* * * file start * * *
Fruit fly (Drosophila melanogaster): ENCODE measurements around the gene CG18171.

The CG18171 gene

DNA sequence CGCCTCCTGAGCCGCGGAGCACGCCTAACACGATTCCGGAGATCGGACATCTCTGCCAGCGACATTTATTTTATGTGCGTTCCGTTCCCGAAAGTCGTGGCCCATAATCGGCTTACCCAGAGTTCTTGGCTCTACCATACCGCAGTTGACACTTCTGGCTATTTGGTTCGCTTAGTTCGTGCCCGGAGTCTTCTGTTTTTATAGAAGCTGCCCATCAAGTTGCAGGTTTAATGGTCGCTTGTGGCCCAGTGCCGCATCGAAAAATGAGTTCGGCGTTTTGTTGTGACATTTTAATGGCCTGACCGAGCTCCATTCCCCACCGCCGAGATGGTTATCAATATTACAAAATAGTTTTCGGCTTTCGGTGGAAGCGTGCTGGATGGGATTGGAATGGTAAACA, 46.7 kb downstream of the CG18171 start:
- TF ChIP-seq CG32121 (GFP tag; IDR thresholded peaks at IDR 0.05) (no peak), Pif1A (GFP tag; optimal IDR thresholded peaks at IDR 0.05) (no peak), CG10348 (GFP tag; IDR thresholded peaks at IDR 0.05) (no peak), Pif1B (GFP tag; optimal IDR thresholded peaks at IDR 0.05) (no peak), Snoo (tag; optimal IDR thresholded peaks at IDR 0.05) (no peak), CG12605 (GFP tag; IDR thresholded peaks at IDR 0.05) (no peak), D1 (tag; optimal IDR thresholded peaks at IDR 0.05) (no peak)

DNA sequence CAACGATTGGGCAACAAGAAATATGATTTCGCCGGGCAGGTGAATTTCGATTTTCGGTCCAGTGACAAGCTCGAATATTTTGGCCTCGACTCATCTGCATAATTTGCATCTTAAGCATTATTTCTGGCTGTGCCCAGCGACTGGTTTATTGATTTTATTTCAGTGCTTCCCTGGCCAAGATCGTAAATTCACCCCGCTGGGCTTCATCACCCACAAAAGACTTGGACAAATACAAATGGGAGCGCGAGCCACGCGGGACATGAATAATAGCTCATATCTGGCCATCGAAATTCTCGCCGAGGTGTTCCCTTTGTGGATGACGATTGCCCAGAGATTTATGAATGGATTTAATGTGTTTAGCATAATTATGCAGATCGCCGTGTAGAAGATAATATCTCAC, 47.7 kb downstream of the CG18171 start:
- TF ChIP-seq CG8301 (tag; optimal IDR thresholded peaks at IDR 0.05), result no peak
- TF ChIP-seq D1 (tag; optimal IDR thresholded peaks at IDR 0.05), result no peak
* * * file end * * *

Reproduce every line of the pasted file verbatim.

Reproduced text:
Fruit fly (Drosophila melanogaster): ENCODE measurements around the gene CG18171.

The CG18171 gene

DNA sequence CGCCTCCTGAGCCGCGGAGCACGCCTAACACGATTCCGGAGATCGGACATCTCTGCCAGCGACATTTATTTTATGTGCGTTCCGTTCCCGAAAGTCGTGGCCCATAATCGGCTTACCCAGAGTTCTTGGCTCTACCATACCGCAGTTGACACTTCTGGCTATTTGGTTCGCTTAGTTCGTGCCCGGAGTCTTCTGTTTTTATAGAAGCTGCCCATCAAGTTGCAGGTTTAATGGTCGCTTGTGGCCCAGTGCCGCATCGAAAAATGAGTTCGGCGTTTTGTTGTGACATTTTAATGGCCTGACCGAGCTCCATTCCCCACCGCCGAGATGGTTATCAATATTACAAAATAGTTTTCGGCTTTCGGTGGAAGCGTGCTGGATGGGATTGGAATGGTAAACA, 46.7 kb downstream of the CG18171 start:
- TF ChIP-seq CG32121 (GFP tag; IDR thresholded peaks at IDR 0.05) (no peak), Pif1A (GFP tag; optimal IDR thresholded peaks at IDR 0.05) (no peak), CG10348 (GFP tag; IDR thresholded peaks at IDR 0.05) (no peak), Pif1B (GFP tag; optimal IDR thresholded peaks at IDR 0.05) (no peak), Snoo (tag; optimal IDR thresholded peaks at IDR 0.05) (no peak), CG12605 (GFP tag; IDR thresholded peaks at IDR 0.05) (no peak), D1 (tag; optimal IDR thresholded peaks at IDR 0.05) (no peak)

DNA sequence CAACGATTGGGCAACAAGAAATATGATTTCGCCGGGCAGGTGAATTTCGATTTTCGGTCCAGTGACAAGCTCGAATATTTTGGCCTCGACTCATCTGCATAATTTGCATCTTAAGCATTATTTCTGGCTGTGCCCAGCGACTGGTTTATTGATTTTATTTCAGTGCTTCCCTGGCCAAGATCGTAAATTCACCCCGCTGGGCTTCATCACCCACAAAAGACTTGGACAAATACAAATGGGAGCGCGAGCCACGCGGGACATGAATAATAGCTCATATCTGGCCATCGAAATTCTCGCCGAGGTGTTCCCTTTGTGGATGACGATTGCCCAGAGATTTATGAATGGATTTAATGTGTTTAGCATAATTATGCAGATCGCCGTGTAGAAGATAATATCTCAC, 47.7 kb downstream of the CG18171 start:
- TF ChIP-seq CG8301 (tag; optimal IDR thresholded peaks at IDR 0.05), result no peak
- TF ChIP-seq D1 (tag; optimal IDR thresholded peaks at IDR 0.05), result no peak